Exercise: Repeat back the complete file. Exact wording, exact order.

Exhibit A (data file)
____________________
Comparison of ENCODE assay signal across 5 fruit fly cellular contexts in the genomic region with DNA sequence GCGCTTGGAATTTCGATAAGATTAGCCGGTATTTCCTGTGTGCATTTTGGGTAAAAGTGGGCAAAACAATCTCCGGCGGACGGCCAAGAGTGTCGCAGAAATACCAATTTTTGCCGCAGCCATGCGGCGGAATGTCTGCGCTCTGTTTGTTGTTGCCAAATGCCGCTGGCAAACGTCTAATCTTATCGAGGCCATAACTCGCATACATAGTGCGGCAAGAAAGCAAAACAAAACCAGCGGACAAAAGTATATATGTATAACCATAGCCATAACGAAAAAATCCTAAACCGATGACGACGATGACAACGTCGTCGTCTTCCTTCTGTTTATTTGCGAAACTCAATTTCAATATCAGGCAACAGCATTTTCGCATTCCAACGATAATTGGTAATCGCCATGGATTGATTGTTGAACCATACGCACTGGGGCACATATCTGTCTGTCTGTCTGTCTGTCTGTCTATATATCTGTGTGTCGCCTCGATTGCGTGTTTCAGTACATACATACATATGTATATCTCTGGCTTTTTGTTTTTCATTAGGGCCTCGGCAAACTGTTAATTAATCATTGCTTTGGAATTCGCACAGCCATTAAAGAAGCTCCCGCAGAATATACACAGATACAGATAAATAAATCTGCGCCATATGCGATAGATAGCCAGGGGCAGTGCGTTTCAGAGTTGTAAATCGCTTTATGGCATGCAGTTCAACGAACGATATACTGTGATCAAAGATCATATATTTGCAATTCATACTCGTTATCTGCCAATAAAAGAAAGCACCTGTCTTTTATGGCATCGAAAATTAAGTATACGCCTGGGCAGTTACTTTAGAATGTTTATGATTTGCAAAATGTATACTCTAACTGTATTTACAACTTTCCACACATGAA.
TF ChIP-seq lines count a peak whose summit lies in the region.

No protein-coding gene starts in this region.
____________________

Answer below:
Comparison of ENCODE assay signal across 5 fruit fly cellular contexts in the genomic region with DNA sequence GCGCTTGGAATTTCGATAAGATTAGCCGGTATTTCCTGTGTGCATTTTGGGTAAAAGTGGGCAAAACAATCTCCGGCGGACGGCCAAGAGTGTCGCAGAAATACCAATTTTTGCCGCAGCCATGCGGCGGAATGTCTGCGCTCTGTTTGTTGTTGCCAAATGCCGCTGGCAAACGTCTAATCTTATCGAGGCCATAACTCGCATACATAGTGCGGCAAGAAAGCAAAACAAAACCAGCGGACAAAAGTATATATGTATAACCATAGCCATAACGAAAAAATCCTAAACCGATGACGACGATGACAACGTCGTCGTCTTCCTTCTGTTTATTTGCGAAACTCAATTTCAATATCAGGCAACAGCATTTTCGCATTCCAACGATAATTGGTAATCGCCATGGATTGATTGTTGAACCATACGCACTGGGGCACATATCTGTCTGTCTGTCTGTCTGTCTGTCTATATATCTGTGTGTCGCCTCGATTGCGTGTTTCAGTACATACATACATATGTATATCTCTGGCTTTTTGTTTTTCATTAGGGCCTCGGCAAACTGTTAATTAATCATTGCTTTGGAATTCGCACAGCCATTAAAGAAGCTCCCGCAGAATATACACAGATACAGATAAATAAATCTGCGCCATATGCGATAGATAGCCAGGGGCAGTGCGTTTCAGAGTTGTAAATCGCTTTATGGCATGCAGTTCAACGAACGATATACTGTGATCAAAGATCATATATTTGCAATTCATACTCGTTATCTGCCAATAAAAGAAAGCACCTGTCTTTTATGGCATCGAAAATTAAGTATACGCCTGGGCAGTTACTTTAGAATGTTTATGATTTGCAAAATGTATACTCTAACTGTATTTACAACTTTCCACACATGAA.
TF ChIP-seq lines count a peak whose summit lies in the region.

No protein-coding gene starts in this region.